At President Richard Nixon's request, he brings America to victory in the Vietnam war within three months. There he meets the Comedian. Many Viet Cong surrendered personally to him in superstitious awe. On the victory celebrations and the day Nixon arrives to Vietnam, he witnesses how the Comedian kills a Vietnamese woman he had impregnated. The Comedian noted that the Dr. is losing touch with humanity.
This victory shapes the American political process, as the 22nd Amendment is repealed and Nixon is then repeatedly reelected (by 1985, he serves his fifth term). Critics, however, suggest that, far from solving the problems underlying the international tension, Doctor Manhattan's presence, in fact, exacerbates them while stifling their expression, which inevitably builds towards disaster, as Milton Glass wrote in Dr. Manhattan: Super-powers and the Super-powers.
During the 1970s there are riots against the costumed adventurers, Manhattan with Laurie attempt to quiet the unrest in Washington. Laurie attempted to hold ringleaders from the crowd outside the White House. This seemed to go on too long and Manhattan teleported everyone to their homes; 2 of them died of a heart attack, although Manhattan believed that more would die during the riots. Eventually, the Keene Act passed outlawing the superheroes, but as the country's defense rested in Manhattan's hands, he continued working for the government.
In 1981 he moved to Rockefeller Military Research Center where he performed research and construction of new technology. Laurie was assigned with him, who (in her mother's words) "has to get the H-bomb laid every once in a while".
In the summer of 1985, he and Laurie walked to Grand Central Station and bought a Time issue celebrating Hiroshima week; the cover had a frozen wristwatch, whose arms had stopped at the same position as Janey's when her own was broken.
During the execution of Adrian Veidt's plot to save the world, he fabricates evidence to make Manhattan wrongly accused of giving cancer to those exposed to him over long periods of time.
At an unknown point prior to 1985, he intervened at a government bank being robbed by Marco Maez and Erika Manson, the costumed criminals' Mime and Marionette. Mime defied Manhattan in a wordless stand-off, but before Manhattan could eviscerate him, Marionette stepped in the way, declaring he'd have to kill her first. Seeing that Marionette would have a child who would one day become very important to Laurie, though unable to work out the fine details to a strange blind spot in his vision, Manhattan quietly dropped his hand and withdrew, allowing the two to be captured by the authorities.
Events of Watchmen
When the Comedian was killed, Dr. Manhattan was informed by the CIA. Rorschach came to warn him and Laurie that the Comedian was dead, and all former costumed adventurers should watch out. His attitude disturbed Laurie and Jon dismissed Rorschach by teleporting him out. As he was busy locating a gluino, he allowed Laurie to go out with Dan.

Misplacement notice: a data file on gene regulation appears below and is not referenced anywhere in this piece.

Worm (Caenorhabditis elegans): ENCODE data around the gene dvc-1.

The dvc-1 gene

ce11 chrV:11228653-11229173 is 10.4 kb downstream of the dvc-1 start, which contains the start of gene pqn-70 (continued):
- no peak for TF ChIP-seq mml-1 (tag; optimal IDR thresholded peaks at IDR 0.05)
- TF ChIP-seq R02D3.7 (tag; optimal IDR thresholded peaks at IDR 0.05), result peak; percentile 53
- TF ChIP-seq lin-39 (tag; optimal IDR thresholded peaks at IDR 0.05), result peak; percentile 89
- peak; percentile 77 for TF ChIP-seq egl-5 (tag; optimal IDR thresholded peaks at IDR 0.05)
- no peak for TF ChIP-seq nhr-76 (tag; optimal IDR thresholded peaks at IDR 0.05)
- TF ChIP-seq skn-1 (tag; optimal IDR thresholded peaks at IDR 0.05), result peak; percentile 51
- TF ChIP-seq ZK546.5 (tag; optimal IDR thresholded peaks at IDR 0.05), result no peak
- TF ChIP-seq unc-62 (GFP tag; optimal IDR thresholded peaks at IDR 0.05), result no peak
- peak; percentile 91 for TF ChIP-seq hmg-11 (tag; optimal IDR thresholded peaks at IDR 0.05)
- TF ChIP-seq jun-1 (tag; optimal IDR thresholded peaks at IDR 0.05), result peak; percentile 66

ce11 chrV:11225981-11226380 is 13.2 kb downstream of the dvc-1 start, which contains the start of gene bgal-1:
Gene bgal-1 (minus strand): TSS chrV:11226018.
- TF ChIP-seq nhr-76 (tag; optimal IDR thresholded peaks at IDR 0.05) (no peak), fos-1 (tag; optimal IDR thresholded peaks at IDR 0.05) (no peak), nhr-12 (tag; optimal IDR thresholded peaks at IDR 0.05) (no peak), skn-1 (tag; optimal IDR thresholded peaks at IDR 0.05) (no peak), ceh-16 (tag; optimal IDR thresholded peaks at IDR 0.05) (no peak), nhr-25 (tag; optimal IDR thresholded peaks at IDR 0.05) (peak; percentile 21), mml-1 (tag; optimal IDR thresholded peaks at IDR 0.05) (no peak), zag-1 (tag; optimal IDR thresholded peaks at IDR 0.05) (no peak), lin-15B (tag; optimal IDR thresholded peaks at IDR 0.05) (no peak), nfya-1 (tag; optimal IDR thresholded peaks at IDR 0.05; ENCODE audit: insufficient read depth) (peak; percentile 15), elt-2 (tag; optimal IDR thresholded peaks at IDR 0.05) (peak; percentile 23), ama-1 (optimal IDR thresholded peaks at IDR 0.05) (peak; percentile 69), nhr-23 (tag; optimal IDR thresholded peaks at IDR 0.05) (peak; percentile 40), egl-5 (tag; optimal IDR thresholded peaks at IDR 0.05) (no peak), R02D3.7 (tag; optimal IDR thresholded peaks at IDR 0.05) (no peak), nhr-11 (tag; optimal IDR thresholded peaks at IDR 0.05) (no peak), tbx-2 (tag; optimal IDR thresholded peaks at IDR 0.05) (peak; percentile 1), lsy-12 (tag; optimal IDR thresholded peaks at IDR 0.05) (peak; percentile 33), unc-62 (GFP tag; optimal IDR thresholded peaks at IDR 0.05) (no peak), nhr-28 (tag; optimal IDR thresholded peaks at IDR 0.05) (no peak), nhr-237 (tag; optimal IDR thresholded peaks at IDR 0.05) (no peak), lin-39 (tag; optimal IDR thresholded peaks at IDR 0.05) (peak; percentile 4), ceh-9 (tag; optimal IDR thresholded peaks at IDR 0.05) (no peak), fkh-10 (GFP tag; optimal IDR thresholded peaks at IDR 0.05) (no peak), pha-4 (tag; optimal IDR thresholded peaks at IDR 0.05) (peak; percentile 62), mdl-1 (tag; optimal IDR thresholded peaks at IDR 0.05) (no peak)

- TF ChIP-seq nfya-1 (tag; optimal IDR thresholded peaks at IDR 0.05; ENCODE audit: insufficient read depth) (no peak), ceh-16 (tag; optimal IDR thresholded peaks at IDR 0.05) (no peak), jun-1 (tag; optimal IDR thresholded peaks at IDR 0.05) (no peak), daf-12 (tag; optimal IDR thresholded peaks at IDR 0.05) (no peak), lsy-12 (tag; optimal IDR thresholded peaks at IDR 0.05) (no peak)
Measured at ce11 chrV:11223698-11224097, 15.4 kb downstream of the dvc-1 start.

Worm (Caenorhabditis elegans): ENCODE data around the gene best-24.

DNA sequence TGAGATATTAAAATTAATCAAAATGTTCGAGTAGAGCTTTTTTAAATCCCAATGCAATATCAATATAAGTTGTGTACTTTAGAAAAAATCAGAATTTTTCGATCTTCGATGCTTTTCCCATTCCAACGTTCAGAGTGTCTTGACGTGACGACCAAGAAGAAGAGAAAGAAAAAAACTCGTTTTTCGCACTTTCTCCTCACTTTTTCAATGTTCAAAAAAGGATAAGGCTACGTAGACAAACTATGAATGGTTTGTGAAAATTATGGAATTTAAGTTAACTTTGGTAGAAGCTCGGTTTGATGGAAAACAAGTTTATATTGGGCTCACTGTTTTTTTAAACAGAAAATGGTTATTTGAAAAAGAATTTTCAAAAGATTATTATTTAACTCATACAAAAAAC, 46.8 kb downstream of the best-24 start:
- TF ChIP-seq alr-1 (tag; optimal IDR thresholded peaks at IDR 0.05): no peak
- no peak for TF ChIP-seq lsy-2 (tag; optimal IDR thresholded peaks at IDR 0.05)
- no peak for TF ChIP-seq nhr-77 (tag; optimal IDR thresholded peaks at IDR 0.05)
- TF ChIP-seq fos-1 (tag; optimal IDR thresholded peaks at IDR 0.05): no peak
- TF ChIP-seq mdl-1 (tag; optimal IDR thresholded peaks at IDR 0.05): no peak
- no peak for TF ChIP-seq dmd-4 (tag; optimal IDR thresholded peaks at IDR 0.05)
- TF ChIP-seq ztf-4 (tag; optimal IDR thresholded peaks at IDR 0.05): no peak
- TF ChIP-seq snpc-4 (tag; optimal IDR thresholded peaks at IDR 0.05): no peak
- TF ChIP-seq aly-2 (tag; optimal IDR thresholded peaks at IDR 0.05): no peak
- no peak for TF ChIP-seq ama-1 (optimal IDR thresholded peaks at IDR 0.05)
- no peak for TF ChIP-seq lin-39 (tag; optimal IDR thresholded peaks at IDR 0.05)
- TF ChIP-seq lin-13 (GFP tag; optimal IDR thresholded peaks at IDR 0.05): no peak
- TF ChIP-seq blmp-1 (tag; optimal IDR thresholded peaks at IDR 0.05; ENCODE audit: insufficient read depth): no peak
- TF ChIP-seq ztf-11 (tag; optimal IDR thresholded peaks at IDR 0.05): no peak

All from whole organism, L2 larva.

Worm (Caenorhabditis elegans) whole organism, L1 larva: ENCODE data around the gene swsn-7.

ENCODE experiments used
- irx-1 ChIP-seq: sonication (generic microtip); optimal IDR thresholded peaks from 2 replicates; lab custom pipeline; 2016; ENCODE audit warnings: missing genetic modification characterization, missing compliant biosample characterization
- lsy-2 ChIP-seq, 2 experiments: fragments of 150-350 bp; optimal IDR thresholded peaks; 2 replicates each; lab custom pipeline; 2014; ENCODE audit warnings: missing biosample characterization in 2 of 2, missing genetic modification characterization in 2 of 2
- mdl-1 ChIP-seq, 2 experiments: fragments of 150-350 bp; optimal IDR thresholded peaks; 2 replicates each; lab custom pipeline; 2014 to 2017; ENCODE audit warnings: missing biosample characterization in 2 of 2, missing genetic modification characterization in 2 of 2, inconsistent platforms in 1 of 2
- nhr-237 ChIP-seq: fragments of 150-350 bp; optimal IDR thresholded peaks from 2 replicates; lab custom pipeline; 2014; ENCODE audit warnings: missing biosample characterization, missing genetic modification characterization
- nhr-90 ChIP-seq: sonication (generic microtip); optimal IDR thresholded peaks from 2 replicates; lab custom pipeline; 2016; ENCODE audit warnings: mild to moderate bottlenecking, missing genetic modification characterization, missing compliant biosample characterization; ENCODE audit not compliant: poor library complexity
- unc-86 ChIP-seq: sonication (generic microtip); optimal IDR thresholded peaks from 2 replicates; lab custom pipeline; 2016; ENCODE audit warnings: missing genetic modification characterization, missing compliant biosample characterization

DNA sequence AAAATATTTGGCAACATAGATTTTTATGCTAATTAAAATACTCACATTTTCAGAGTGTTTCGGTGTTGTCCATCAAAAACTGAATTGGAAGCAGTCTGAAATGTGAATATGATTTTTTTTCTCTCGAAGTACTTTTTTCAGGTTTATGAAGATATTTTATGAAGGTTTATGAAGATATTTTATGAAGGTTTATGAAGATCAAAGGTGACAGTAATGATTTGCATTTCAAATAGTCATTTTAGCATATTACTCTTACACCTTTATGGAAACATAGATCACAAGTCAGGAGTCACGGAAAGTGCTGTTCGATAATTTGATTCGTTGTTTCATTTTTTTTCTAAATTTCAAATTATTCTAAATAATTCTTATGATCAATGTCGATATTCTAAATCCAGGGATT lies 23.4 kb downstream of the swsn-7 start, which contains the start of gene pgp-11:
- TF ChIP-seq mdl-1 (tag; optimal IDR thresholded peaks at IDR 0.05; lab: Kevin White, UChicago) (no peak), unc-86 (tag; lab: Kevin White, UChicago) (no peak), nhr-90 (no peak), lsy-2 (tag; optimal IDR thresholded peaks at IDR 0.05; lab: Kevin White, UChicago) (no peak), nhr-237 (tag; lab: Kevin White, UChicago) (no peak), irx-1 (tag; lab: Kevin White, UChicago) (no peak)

He appeared in Benny Anger's show where he would be interviewed. Agent Forbes briefed him on the politics of the Cold War that he might be asked upon. However, it was not what Manhattan was there for. The magazine Nova Express made an investigation about whether Dr. Manhattan caused cancer to his associates, and Doug Roth (who had previously interviewed Janey Slater) made these allegations in public; a fray erupted and the journalists came towards him asking for details concerning his relationship to Slater. Forbes attempted to guide Manhattan outside and hold off the journalists. Eventually, Manhattan teleported everyone away.
However, this was a frame arranged by Veidt to induce Osterman to leave, to remove his interference in his scheme to save the world. During his absence, the Soviets invaded Afghanistan, bringing the world closer to a nuclear war than ever.
Eventually, he briefly returns one hour before November 1 to bring Laurie (who, in the meantime, has taken Dan Dreiberg/Nite Owl II as a new lover) to Mars, where they argue over the fate of the human race. Discussing why he should do anything to aid humanity, Laurie inadvertently wins the argument when she goes through her life and realizes to her shock that her father is the Comedian, a man whom she despised for sexually assaulting her mother. From that revelation, Doctor Manhattan is amazed by the improbable chances that occurred to result in the birth of Laurie, which he sees as a stunning "thermodynamic miracle." By extension, this miracle can apply to any living thing on Earth, and so Doctor Manhattan decides to return to Earth to protect humanity rather than disregarding it as insignificant.
Although they return too late to stop Veidt's plan, they teleport to Karnak, Antarctica to confront him. Veidt hinders Doctor Manhattan with a tachyon generator that interferes with Doctor Manhattan's ability to see the future and then disintegrates him by subtracting his intrinsic field. To Veidt's surprise, Doctor Manhattan restores himself much more quickly this time, but when Veidt reveals that his scheme, in which he used his alien monster to kill half of New York City, appears to have averted the looming nuclear war by frightening the world's governments into cooperation, Doctor Manhattan realizes that to expose the scheme would be too dangerous for all life on Earth. Doctor Manhattan and the other superheroes except for Rorschach agree to keep quiet to preserve Veidt's results. Rorschach leaves on his own and is murdered by Doctor Manhattan to prevent him from ever telling the truth. Manhattan does so reluctantly, at Rorschach's own insistence, who asserts that his death is the only thing that will ensure his silence. Doctor Manhattan does not mention Rorschach's death when talking to Veidt not long after, instead of telling Veidt he "does not think Rorschach will reach civilization".